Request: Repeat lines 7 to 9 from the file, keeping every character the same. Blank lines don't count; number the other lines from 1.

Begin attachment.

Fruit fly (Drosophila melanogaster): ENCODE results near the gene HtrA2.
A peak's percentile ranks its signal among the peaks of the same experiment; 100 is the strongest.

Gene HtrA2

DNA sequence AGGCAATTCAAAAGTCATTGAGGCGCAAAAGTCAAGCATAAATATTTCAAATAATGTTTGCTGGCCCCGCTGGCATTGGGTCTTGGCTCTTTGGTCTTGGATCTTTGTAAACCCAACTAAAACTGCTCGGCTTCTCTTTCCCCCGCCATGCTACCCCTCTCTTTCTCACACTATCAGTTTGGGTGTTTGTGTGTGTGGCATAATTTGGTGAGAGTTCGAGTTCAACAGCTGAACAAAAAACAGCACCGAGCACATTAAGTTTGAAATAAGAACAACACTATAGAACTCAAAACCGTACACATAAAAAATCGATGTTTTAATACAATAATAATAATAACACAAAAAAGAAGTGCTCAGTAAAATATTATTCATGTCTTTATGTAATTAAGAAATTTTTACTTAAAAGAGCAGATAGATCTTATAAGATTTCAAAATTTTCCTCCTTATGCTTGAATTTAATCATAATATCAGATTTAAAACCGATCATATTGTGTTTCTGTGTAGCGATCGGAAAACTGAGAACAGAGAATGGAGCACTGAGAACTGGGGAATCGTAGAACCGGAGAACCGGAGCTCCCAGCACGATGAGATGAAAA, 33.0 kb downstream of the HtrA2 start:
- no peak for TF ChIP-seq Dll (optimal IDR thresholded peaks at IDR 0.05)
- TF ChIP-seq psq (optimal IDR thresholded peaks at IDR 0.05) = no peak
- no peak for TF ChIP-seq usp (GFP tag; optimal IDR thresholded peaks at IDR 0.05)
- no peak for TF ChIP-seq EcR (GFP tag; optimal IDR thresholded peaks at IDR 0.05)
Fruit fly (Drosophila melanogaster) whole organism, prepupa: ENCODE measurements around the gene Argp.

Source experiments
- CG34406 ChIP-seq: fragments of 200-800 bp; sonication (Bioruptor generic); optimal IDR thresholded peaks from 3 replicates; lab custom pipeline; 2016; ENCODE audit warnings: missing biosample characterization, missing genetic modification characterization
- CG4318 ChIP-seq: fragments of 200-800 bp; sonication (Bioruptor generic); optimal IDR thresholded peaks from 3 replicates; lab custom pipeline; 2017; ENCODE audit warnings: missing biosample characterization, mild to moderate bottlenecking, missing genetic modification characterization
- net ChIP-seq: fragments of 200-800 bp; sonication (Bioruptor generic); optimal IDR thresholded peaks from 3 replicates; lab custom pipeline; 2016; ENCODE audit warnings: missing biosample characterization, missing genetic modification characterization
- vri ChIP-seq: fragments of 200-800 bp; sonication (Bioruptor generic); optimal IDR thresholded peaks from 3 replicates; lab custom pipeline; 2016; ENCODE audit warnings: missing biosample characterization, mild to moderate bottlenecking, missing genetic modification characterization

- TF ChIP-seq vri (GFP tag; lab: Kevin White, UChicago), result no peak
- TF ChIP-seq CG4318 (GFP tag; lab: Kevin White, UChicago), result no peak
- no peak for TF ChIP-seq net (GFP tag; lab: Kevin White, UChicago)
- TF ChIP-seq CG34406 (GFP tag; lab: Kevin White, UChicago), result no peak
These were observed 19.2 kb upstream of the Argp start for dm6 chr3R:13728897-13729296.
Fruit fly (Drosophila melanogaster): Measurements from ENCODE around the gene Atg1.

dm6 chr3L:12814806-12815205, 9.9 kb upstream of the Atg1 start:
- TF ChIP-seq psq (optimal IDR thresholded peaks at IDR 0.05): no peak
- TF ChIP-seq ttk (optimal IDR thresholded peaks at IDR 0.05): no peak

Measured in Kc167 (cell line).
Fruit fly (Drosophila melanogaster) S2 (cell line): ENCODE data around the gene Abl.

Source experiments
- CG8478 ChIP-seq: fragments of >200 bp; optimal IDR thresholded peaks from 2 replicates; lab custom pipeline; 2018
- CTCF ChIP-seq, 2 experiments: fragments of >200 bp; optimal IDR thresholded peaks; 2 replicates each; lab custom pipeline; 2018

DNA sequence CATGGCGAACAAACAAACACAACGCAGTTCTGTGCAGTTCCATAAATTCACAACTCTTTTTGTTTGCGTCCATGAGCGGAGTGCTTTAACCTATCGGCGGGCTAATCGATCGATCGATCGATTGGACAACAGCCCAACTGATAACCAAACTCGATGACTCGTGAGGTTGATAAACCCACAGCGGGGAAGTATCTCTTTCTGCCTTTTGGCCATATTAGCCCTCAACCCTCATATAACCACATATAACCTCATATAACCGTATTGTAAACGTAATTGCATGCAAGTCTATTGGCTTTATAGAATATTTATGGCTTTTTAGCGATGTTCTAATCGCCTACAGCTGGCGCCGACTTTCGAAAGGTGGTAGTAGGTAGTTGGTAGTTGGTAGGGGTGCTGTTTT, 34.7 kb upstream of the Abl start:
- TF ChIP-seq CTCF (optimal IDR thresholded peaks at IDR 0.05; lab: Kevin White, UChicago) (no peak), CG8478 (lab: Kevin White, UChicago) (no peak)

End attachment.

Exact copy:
- no peak for TF ChIP-seq usp (GFP tag; optimal IDR thresholded peaks at IDR 0.05)
- no peak for TF ChIP-seq EcR (GFP tag; optimal IDR thresholded peaks at IDR 0.05)
Fruit fly (Drosophila melanogaster) whole organism, prepupa: ENCODE measurements around the gene Argp.